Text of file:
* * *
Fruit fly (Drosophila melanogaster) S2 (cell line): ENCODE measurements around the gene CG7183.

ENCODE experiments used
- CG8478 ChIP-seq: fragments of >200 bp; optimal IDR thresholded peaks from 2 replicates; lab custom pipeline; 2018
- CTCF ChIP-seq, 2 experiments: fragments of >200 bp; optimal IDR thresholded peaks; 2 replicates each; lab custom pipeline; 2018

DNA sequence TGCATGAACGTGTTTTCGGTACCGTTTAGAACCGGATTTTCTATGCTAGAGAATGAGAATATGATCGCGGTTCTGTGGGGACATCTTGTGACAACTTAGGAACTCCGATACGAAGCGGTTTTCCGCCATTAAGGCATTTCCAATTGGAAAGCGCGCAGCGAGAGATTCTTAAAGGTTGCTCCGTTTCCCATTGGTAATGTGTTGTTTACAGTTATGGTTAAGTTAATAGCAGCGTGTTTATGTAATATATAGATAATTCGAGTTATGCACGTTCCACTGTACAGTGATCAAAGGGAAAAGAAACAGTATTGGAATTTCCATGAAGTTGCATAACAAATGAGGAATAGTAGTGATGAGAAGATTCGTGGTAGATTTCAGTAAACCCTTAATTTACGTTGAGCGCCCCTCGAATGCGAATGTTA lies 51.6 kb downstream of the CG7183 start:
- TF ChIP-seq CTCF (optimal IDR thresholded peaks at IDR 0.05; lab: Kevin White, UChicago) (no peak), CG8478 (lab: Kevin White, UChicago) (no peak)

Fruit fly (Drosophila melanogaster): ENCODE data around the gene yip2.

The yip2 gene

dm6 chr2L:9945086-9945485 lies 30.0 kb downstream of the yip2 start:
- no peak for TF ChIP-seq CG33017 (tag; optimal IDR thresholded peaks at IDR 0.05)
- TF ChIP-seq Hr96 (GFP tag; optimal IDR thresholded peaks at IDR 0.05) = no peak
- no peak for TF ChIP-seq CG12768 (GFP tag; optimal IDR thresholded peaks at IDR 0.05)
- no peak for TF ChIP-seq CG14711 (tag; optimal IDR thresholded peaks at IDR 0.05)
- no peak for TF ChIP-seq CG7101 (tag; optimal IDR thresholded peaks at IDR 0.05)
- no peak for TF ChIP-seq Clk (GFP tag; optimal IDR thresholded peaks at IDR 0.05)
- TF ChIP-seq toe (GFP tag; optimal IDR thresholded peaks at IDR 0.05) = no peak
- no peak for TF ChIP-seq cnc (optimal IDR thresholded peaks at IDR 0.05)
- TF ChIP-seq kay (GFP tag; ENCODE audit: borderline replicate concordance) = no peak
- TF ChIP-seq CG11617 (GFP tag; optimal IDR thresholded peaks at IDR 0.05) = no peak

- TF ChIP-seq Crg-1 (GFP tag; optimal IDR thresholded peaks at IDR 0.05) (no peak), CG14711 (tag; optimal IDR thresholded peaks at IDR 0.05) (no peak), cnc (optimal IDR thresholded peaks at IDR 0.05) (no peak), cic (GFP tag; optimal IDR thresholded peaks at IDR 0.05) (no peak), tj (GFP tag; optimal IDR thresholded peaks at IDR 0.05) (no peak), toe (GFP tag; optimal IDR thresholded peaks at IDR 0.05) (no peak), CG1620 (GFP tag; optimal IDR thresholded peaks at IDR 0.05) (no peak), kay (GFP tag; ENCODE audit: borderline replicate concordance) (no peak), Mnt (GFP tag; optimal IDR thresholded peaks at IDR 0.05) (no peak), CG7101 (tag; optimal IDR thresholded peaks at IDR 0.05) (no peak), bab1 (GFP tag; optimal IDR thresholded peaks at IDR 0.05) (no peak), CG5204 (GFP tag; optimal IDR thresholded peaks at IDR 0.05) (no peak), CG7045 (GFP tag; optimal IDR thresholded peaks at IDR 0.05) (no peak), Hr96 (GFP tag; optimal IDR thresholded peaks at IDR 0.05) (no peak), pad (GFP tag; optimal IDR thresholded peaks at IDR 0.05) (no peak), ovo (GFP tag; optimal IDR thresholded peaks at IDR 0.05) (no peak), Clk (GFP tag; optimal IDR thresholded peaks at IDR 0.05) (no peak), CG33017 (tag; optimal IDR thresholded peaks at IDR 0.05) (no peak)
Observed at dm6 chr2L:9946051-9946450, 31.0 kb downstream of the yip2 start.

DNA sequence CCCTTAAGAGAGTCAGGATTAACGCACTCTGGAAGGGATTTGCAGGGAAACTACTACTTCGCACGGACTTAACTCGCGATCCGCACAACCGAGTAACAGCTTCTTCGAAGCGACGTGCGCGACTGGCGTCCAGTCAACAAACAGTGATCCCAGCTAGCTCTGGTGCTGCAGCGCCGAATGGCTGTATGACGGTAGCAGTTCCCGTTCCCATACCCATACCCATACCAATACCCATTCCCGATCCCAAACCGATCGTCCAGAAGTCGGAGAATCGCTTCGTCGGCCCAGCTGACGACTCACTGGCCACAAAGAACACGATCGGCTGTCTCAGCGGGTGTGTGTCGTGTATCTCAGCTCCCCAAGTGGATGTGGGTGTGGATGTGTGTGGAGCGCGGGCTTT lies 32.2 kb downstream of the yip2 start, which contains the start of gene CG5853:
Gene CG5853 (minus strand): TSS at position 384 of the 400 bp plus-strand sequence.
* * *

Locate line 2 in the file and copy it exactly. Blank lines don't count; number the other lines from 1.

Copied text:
ENCODE experiments used